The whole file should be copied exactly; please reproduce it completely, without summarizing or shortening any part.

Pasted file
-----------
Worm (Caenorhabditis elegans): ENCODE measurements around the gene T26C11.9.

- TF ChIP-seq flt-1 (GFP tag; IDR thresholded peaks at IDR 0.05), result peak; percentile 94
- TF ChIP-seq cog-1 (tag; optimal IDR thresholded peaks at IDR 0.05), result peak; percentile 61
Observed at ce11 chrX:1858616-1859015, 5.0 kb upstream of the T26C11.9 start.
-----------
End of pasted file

Worm (Caenorhabditis elegans): ENCODE measurements around the gene T26C11.9.

- TF ChIP-seq flt-1 (GFP tag; IDR thresholded peaks at IDR 0.05), result peak; percentile 94
- TF ChIP-seq cog-1 (tag; optimal IDR thresholded peaks at IDR 0.05), result peak; percentile 61
Observed at ce11 chrX:1858616-1859015, 5.0 kb upstream of the T26C11.9 start.